on physical objects (that would make them not private). Experiments
dealing with the private side of physical phenomena would have to be
done through interfacing the brain with those physical phenomena
All I'm asking about is what can be accessed by observation.
You saying "consciousness is an irreducible part of matter, so there"
is all other considerations aside no better than me saying
"consciousness is an irreducible part of function, so there". It
doesn't explain more, it isn't simpler or more plausible. And as I
have discussed, there are other reasons to prefer the functionalist
I'm saying "If consciousness (really awareness) is an irreducible
expression of sense, and matter is the opposite irreducible expression
of the same sense, then X, Y, Z follows:
X: You get a universe where living organisms have significant
thoughts, feelings, and temporal experiences which are both private
and sharable in a public context.
Same with functionalism.
Y: You get a public universe where thoughts, feelings, and experiences
are indirectly inferred through and held in contradistinction to
computable physical structures in spatial relation with each other
(thus creating an interior topology of energy events through time and
an exterior topology of substantial objects in space)
We can only infer experience from observation?
Z: You get a continuum which relates X and Y as an involuted whole
such that every phenomena is both a single subject which qualitatively
perceives the universe as many objects and a single object or set of
objects as perceived quantitatively by other qualified perceivers.
This opens the way for inertial networks and hierarchies of
Why is that significant in an explanation of consciousness?
I'm saying "If consciousness is an irreducible part of 'function'
1. You get a universe where certain functions produce consciousness,
such that anything can thing and feel that they are a human being even
if they are a group of mild bottles, a ventriloquist's dummy, a
projection on a movie screen, or a program inside of a computer game.
Only special arrangements of matter will show the right type of
functioning to give rise to consciousness, just as only special
arrangements of matter will function as cars.
2. You get a universe of intangible entities which we can only know
through arithmetic calculation, while the universe we know is only
explainable as a solipsistic simulation, forever disconnected from the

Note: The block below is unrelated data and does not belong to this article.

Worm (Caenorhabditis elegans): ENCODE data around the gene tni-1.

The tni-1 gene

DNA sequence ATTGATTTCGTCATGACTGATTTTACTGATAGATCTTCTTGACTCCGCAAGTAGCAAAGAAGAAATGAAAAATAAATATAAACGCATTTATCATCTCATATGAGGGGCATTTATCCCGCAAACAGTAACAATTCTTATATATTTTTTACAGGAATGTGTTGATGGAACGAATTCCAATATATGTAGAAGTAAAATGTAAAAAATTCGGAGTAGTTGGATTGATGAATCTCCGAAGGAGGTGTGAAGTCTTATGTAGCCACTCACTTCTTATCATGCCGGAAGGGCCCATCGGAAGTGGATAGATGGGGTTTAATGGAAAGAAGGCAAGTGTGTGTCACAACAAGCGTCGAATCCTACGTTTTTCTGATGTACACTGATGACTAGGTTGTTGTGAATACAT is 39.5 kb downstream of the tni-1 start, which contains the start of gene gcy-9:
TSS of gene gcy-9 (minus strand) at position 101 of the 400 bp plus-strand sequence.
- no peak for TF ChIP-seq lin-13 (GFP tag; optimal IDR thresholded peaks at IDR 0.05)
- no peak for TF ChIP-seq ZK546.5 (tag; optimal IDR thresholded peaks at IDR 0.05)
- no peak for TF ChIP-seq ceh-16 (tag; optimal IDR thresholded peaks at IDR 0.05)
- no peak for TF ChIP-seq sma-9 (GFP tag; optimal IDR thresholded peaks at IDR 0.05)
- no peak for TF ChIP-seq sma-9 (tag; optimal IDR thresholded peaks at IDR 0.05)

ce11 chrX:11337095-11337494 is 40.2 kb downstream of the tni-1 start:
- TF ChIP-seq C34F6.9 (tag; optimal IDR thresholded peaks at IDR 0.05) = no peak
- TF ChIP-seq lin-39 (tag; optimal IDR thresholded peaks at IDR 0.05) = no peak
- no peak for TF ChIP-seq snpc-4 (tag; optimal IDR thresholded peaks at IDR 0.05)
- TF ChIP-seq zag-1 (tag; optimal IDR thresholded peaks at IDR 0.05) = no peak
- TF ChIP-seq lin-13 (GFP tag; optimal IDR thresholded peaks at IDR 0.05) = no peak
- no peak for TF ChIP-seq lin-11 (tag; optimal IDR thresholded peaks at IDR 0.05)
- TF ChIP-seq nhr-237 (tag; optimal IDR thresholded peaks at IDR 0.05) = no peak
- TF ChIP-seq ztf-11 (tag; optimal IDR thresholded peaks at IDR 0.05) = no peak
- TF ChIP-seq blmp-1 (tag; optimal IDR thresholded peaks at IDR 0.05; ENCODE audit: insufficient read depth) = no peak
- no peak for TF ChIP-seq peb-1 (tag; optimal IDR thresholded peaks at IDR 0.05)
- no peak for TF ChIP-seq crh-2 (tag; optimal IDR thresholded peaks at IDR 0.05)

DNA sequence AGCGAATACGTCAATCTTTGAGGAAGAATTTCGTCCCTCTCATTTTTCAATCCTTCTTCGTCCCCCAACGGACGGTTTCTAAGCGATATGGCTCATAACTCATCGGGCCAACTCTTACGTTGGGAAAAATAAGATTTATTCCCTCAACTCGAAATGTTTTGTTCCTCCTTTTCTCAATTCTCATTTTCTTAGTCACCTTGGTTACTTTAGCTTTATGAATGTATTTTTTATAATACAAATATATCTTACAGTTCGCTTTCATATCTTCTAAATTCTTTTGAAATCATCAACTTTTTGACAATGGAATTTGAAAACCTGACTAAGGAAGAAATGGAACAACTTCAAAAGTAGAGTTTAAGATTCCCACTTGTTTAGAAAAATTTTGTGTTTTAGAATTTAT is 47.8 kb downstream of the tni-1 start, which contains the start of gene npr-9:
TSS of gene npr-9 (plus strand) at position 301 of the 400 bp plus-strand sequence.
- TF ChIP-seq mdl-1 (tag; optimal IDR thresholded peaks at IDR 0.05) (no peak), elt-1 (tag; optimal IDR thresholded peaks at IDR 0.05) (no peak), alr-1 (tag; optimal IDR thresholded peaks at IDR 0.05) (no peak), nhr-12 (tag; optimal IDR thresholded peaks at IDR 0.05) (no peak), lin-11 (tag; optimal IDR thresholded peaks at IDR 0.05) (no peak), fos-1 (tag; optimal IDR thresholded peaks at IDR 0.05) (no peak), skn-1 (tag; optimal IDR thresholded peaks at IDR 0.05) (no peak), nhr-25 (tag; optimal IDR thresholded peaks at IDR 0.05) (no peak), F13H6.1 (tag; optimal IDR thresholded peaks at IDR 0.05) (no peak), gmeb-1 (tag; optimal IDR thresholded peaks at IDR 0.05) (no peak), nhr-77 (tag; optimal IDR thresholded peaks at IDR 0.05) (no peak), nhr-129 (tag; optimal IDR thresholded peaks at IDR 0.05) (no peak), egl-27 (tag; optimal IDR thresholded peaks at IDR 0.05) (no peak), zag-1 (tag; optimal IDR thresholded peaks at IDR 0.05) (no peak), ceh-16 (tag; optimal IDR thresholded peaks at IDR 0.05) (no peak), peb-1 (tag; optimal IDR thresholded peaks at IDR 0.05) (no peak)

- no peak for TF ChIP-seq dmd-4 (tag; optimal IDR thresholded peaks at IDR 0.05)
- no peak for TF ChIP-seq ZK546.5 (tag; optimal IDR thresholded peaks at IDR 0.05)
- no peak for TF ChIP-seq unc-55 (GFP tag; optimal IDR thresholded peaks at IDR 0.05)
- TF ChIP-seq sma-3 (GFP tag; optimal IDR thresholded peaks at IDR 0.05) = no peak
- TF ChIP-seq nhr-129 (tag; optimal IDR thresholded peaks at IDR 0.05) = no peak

rest of the cosmos as an unexplained fantasy in an otherwise
The disconnect between the subjective and objective occurs with any
theory of consciousness whatsoever.
3. You get a nihilistic, absurd philosophy where a video game
experience of killing a person-shaped graphic avatar of sufficient
sophistication should logically be prosecuted as first degree murder.
If the avatar experiences pain and doesn't want to be killed then it
would be wrong to kill it. Some people won't care, just as most people
don't care if they eat animals, telling themselves that the animal's
life is worth much less than their own.
And I would worry almost as much about living next door to someone who enjoyed torturing
and killing realistic avatars as I would if they enjoyed torturing and killing animals.
4. The egregious violations of common sense which lead to variations
of 3 must be explained away with assurances that 'our lives don't have
to be any less wonderful just because part of us knows it's a random,
predetermined calculation that manipulates our hallucinations like
puppets for no conceivable reason' and 'just because we haven't yet
found a calculation that solves to [the experience of seeing red}
doesn't mean we won't someday'.
We won't ever find a calculation that "solves the experience of seeing
red". You have to *be* the calculation in order to experience what the
5. You get a metaphysical pseudo-teleology through magical-teleonomy,
with zombies, 'illusions', 'interpretations', 'information',
'signals', and 'emergent properties' which will make ping pong balls
turn into conscious Mickey Mouses eventually if you give them enough
If inanimate matter such as carbon and hydrogen atoms can lead to
consciousness then why not ping pong balls?
6. You might need to create a separate universe for every typo that
everyone ever makes, every action that is ever taken or not taken by
any object that has ever existed or could ever exist as a consequence
of any variation in any universe. To explain one universe you would
need an infinity of universes which would, I imagine each need an
infinity of sub universes to explain them?
Multiple universes may exist.
7. You get light that is intangible, massless, travels faster than
anything, cannot interact with anything except through atoms, and has
nothing whatsoever with what we think we see when we look at a source
It does have something to do with it, c.f. QED.
Mind: A mysterious form of matter secreted by the brain. Its chief activity consists in
the endeavor to ascertain its own nature, the futility of the attempt being due to the
fact that it has nothing but itself to know itself with.
-- Ambrose Bierce: "The Devil's Dictionary"